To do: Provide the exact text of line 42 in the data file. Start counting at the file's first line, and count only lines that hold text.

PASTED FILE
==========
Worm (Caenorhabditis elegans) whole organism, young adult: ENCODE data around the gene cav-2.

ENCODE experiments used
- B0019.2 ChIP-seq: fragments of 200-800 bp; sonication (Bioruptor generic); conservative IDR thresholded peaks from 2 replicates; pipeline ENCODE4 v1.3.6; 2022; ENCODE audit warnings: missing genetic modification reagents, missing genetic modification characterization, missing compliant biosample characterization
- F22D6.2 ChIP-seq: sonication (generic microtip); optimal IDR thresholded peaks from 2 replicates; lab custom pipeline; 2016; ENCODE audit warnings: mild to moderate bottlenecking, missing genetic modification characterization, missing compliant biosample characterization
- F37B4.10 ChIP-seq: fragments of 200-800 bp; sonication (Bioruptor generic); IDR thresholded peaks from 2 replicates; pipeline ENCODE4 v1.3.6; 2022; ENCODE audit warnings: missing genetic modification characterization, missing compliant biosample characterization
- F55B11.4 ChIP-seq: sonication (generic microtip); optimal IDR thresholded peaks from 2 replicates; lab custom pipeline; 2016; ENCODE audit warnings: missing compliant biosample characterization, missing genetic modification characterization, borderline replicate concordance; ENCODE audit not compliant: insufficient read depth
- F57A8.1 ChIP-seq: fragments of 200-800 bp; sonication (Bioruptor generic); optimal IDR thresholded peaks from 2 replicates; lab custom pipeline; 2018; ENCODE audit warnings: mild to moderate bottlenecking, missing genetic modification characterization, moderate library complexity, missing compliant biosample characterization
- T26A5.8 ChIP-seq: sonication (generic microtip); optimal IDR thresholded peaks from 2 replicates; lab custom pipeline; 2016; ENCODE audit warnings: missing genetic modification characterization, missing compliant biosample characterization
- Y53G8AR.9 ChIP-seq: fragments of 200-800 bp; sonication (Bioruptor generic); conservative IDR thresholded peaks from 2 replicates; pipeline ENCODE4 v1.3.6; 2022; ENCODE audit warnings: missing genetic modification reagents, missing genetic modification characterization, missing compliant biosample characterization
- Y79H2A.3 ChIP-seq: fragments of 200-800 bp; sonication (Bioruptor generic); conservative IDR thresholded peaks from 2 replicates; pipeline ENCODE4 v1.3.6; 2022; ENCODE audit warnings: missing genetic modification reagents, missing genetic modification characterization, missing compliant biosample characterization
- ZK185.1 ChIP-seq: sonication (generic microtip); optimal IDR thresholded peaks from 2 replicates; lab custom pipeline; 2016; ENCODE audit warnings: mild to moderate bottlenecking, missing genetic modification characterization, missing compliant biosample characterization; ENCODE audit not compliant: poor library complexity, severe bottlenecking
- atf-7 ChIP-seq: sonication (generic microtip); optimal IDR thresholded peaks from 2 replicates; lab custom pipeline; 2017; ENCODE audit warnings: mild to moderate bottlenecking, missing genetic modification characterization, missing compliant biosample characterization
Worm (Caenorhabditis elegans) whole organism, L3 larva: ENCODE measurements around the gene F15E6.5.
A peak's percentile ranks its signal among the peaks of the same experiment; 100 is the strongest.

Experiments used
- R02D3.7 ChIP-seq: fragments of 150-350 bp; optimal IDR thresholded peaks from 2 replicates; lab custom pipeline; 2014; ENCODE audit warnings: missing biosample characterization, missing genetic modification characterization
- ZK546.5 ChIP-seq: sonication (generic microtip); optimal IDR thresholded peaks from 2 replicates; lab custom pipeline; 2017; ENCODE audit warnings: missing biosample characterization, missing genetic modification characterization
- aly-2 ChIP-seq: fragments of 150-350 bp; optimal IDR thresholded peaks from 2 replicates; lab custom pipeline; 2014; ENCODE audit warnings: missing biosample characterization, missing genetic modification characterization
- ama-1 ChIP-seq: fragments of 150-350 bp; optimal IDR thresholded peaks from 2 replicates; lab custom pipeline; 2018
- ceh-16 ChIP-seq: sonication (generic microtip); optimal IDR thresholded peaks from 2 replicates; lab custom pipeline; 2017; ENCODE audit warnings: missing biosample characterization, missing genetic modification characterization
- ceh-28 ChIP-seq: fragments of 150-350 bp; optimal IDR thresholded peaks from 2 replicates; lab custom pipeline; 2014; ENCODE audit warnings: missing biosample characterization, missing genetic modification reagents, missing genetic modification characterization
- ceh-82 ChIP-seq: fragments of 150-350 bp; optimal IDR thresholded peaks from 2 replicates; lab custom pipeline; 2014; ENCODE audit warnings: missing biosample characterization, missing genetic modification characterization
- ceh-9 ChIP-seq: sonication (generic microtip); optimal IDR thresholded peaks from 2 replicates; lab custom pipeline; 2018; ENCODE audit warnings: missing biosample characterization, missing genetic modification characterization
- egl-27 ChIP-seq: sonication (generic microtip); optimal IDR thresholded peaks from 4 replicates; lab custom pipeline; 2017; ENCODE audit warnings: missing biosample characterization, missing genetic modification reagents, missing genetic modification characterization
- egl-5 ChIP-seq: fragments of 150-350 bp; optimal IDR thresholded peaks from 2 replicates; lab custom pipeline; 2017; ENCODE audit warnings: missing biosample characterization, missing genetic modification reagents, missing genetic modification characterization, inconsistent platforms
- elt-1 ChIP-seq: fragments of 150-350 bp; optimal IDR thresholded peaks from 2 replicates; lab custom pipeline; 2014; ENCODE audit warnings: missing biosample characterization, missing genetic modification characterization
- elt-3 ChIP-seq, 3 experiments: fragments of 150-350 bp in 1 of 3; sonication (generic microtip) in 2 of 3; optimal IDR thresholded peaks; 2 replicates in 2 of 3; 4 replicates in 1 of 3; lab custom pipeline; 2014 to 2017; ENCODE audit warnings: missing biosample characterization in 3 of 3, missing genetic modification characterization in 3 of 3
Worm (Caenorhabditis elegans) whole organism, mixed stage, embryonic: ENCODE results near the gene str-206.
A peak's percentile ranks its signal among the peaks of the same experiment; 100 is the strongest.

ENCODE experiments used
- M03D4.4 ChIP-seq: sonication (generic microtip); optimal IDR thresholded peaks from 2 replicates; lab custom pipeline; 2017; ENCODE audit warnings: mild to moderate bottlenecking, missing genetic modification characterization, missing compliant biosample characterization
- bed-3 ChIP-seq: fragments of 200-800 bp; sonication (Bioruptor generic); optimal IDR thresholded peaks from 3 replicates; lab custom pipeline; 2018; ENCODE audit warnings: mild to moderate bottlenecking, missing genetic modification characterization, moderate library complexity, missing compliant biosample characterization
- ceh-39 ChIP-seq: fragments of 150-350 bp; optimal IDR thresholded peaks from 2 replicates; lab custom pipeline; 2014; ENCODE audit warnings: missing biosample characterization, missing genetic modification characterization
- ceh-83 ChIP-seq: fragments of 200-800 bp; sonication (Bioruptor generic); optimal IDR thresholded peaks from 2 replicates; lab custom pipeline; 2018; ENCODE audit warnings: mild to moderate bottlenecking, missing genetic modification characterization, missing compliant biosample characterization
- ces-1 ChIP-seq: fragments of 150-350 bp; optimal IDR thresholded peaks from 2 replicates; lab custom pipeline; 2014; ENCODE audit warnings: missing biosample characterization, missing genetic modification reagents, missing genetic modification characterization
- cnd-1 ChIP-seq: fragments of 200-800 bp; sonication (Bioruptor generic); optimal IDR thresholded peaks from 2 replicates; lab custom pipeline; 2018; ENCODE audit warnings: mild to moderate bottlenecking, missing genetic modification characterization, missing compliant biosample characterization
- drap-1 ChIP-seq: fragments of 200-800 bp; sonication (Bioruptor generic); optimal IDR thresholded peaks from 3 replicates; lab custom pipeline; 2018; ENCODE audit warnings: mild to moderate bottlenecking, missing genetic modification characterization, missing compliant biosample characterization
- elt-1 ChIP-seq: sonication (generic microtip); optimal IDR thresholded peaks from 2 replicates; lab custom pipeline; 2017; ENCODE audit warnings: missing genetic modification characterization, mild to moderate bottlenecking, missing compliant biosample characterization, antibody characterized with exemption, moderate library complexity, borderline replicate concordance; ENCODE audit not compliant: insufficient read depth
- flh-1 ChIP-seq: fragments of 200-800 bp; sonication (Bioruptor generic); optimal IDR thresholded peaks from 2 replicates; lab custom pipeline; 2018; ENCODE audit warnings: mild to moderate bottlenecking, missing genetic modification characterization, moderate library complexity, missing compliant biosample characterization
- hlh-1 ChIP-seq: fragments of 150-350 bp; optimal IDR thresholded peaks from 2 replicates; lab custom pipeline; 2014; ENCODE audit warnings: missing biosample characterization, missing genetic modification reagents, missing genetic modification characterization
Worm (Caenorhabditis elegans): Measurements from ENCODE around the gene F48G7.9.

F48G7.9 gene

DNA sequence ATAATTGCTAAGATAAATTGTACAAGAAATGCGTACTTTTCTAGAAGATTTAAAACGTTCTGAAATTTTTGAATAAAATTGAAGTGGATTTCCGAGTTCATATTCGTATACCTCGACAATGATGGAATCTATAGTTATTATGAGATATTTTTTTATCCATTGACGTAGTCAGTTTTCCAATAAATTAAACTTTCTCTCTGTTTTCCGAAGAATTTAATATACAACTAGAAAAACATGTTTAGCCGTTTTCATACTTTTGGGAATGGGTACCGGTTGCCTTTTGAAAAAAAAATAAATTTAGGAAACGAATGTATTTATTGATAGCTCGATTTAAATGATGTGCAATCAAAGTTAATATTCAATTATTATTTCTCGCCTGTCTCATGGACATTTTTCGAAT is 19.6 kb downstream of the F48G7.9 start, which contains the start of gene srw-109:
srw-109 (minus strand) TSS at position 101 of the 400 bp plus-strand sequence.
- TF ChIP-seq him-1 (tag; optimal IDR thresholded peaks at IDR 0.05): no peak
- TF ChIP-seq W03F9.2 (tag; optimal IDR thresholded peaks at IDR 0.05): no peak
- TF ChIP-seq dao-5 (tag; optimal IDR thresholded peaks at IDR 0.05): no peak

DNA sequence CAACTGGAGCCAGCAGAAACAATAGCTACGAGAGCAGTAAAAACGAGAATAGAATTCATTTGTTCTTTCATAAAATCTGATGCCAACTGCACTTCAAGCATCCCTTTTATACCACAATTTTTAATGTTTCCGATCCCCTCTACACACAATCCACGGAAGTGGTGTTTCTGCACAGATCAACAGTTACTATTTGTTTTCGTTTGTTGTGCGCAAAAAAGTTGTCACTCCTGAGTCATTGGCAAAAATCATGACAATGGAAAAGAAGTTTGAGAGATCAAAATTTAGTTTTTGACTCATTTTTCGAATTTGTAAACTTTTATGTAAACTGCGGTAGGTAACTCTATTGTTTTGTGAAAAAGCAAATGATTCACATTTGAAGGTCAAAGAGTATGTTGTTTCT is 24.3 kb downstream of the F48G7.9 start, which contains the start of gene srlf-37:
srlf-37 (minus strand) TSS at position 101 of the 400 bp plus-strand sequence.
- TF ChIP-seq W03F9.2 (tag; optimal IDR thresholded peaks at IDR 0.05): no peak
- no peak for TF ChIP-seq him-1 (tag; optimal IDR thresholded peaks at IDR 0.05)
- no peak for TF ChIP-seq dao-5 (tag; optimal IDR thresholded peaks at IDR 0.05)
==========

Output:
F48G7.9 gene